U.S. flag

An official website of the United States government, Department of Justice.

A Sentinel Events Approach to Addressing Suicide and Self-Harm in Jail

Award Information

Award #
Funding Category
Congressional District
Funding First Awarded
Total funding (to date)

Description of original award (Fiscal Year 2014, $399,861)

Statement of the Problem: Suicides are the leading cause of mortality in U.S. jails. As sentinel events (SE), incidents of suicide and self-harm signal a breakdown in systems for ensuring inmate health and safety, yet most jails do not have adequate processes for reviewing these incidents and taking corrective action based on those reviews. The Vera Institute of Justice (Vera) proposes to address this unmet health need by developing and testing a sentinel events approach for reviewing jail suicide and self-harm that builds on current practices in New York City (NYC) and lessons from analogous community settings.

Partnerships: This project is a partnership between Vera, the NYC Department of Correction (DOC), and the Department of Health and Mental Hygiene (DOHMH), and will be guided by a national group of experts in corrections and correctional health care.

Research Design and Methods: Vera will develop, implement, and evaluate a Self-Harm Analysis and Review Protocol (SHARP) for responding to cases of serious self-harm in the NYC jail with the aim of designing a nationally replicable model. Vera will use several methods including: a literature review of SE best practices, a review of recent Morbidity and Mortality Reviews (N = 8-10) to document exiting procedures for investigating suicides, a review of the medical and corrections records of individuals who engaged in serious self-harm (N = 10), a survey of DOC and DOHMH staff (N = 200) to explore barriers to effectively addressing suicide and self-harm, semi-structured interviews with key DOHMH and DOC informants (N = 18-25), an analysis of administrative data to describe predictors of self-harm and evaluate post-implementation changes in the rate of self-harm, onsite observation of SHARP reviews (N = 5), and an analysis of the SHARP action plan reports (N = 10) to assess whether SHARP resulted in tangible changes to jail policies and practices.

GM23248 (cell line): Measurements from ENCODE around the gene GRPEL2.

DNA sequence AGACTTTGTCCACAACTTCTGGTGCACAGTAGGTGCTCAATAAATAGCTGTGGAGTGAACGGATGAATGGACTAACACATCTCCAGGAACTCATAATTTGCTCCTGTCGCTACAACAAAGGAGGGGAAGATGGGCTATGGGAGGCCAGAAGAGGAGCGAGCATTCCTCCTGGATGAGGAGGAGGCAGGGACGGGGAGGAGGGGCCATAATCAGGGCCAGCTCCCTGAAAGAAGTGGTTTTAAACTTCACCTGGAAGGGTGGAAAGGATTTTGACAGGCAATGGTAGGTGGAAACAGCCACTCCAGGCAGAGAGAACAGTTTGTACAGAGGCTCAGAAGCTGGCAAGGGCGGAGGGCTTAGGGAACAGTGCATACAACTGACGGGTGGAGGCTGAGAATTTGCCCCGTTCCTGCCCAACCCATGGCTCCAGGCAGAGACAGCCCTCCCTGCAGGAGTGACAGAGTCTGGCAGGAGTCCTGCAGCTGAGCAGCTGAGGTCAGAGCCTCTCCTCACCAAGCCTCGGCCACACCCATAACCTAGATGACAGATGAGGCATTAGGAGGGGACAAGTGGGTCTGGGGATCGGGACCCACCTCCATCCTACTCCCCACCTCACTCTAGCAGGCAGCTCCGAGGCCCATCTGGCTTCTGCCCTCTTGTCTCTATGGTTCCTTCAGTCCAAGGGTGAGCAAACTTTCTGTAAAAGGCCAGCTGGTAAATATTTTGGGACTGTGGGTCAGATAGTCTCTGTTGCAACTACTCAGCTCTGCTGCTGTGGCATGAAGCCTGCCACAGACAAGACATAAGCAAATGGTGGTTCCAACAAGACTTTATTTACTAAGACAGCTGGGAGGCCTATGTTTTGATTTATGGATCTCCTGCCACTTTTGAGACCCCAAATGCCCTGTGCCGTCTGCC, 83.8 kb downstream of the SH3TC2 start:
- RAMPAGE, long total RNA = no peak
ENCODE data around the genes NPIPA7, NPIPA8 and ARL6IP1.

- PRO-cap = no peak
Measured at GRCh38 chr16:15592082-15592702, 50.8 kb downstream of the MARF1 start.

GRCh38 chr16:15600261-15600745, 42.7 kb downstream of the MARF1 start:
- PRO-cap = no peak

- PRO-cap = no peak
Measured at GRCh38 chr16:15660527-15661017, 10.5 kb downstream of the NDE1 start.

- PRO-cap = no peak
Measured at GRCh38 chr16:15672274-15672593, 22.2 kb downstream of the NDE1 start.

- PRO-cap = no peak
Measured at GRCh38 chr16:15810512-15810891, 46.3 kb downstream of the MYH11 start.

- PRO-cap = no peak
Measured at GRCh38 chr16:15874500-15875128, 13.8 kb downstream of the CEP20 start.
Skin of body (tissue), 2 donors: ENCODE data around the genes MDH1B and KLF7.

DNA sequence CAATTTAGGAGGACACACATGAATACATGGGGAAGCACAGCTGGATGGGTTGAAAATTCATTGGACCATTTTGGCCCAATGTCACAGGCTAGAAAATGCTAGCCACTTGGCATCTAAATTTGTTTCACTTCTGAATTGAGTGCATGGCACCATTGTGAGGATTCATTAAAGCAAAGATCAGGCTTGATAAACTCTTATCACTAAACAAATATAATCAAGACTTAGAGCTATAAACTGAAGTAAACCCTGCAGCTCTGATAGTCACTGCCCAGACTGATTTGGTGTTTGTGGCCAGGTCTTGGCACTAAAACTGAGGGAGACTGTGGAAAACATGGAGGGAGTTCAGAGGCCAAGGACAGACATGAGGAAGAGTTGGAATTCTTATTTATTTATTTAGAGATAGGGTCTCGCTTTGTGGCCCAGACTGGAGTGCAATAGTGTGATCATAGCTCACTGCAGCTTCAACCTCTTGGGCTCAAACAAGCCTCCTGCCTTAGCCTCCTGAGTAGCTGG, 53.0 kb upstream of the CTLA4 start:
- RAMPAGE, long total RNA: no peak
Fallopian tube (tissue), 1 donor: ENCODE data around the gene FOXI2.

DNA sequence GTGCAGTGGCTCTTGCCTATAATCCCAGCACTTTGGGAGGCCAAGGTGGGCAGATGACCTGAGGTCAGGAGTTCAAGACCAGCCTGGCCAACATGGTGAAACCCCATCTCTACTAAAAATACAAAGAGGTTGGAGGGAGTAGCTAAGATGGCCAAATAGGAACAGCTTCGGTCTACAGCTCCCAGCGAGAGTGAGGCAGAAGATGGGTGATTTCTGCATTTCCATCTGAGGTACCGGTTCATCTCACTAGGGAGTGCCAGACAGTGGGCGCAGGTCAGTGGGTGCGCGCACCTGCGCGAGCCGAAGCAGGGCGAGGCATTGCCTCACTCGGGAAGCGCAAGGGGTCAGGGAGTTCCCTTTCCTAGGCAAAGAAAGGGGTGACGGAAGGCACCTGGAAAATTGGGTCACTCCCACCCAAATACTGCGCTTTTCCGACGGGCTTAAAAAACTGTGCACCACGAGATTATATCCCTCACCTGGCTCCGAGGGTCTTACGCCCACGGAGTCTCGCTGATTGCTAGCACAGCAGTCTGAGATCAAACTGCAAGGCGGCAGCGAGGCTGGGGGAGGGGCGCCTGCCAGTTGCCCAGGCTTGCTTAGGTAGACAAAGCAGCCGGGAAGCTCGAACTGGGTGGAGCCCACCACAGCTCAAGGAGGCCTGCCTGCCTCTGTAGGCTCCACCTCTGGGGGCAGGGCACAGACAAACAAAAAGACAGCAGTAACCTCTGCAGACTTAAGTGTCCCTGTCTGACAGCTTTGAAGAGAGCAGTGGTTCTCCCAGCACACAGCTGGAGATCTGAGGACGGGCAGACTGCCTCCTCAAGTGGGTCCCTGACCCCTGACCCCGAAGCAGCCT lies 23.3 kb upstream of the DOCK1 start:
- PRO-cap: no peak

Analysis: Jail administrative records and survey data will be analyzed using logistic regression and relative risk ratio models to determine individual and system level predictors of suicide and self-harm. Semi-structured interviews and case files will be analyzed using qualitative analytical methods.

Products, Reports, and Data Archiving: Vera will disseminate findings via a series of publications aimed at policymakers and practitioners, including guidelines and a manual for implementing SHARP in correctional settings, research briefs, conference presentations, and peer-reviewed scholarly articles. Administrative data files, survey data and action plan analyses will be archived according to NIJ guidelines.

Date Created: September 14, 2014